16. Can I transfer shares to another member of my family and can this reduce my tax bill?
In principle, yes, unless the transfer is ruled out by the company's articles of association or a shareholders' agreement.
However, the tax position can be complicated.
- The transfer may give rise to a capital gains tax liability (though transfers to your spouse do not).
- You should not transfer shares directly to a child under the age of 18, though there are various other options such as holding the shares in trust for a child. The dividends on any shares transferred to the benefit of a child by a parent may still be taxed as the income of the parent.
- Transfers of shares, or the issue of new shares by a company you control, to your spouse need to be handled carefully. HM Revenue & Customs may challenge them if they are clearly part of a tax-reduction strategy.
Take professional advice on whether and how you could reorganise shareholdings to reduce your tax liability.
17. What happens to my shares when I die?
This depends on the company's articles of association and any shareholder agreements. For example, the company might have the right to buy the shares back from your estate (ie the assets you leave when you die). Apart from that, the shares will form part of your estate. Depending on the overall value of your estate, there may be a liability to inheritance tax. Professional advice and careful tax planning can help to minimise any liability.
18. How can I enforce my rights as a shareholder?
This depends on the circumstances. For example:
- if other shareholders have breached the terms of a shareholders' agreement with you, you might be able to sue them
- if the directors have failed to meet their responsibilities or have acted outside their powers, the company might be able to take legal action against them
- if the company has failed to repay money it owes you, you might be able to sue the company or to instigate insolvency proceedings
- if you are an employee of the company, you might be able to take legal action to enforce your employment rights
- you might be able to negotiate a solution with other shareholders or directors without litigation
In private companies, one of the more common disputes centres around being treated unfairly as a shareholder - usually because you are a minority shareholder. In practice, the court's usual remedy is to order the company or the other shareholders to buy your shareholding at a fair price - rather than interfering directly in the management of the company.
As with all litigation, take professional advice on the most appropriate proceedings, timescales, costs and the likelihood of success. Wherever possible, minimise the risks by using suitable clear, written agreements in the first place.
19. Are all partners in a partnership equal?
In the absence of any partnership agreement or other evidence to the contrary, all partners in a partnership are treated equally.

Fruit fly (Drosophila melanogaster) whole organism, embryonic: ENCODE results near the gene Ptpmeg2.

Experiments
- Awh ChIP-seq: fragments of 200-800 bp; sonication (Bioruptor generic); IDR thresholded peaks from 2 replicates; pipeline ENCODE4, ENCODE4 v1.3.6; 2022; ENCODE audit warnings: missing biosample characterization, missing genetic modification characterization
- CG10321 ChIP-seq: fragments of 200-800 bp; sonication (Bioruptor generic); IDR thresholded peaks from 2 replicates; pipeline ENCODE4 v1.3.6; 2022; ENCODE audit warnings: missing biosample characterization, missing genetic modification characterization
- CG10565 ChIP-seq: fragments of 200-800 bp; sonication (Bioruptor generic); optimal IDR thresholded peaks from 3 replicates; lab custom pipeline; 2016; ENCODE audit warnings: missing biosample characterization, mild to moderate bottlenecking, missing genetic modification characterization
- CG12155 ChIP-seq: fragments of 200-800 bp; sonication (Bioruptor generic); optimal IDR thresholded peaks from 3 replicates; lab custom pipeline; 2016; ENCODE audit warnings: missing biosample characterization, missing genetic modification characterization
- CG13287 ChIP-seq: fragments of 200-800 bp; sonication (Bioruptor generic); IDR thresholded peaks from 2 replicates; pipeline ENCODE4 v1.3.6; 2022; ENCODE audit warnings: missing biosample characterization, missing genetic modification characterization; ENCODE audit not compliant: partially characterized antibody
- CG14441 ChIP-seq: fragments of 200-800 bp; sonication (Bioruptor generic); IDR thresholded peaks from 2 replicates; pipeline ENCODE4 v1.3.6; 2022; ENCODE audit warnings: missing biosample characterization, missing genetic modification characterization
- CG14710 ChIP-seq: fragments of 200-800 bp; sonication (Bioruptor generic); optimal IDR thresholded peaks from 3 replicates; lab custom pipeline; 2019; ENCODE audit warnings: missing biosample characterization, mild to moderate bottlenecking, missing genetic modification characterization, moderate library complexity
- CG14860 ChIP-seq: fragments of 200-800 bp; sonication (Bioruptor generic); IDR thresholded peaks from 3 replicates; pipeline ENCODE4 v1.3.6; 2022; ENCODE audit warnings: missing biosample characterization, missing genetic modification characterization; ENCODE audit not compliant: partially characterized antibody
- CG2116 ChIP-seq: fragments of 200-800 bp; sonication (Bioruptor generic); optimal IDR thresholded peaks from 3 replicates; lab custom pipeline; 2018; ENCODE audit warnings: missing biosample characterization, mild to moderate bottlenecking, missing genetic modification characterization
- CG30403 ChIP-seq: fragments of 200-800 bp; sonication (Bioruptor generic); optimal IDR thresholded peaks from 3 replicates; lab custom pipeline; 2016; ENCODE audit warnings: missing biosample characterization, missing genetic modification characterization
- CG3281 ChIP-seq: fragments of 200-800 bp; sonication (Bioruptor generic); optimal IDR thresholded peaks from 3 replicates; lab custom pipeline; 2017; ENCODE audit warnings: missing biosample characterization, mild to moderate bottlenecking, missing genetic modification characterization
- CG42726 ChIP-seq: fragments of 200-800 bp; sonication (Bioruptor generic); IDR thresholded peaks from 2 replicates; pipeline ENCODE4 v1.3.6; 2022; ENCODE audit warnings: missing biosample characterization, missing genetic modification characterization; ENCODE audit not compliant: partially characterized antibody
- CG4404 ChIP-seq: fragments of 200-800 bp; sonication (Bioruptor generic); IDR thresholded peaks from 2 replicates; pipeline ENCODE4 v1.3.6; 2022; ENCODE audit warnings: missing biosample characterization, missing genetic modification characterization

20. What are the key terms in a partnership agreement?
There are several areas to consider.
A good partnership agreement will provide a clear statement of what the partnerships' objectives are and how it will be managed. This should include what each individual's responsibilities are, how decisions will be taken and so on. Working through these issues, and preparing a written agreement, will help to minimise the risk of any subsequent dispute if partners disagree.
The partnership agreement should clearly spell out what capital each partner will contribute, how the partnerships' profits (or losses) will be shared among the partners, and how much money partners will be entitled to draw from the partnership.
The agreement should also include such issues as whether the partnership is intended to be indefinite, the arrangements for introducing new partners, and what will happen if a partner dies or wishes to resign.
21. What happens if there is no written partnership agreement?
Unless there is evidence to the contrary, all the partners will be entitled to an equal share of the partnership's income and an equal say in management. They will also all be 'jointly and severally' liable for the partnerships' debts. That means that, if one or more partners cannot or will not pay, the remaining partners still have to pay the whole of the partnership debts, not just 'their' proportions.
22. What rights do I have if I lend money to a business?
Your rights depend on what has been agreed. Typically they include the right to stated amounts or levels of interest, and repayment at a specified date or after a given period of notice. If your loan is secured against assets of the business, you may also have the right to benefit from the value of those assets if the business cannot pay its debts.
If the business fails to meet its obligations to you, you may be able to sue the business or instigate insolvency proceedings.
23. Do I need any special documentation if I lend money to a business?
You need documentation as evidence of the loan and of the terms under which it was made. If your loan is secured against assets of the business, you may be unable to enforce that security without documentary evidence.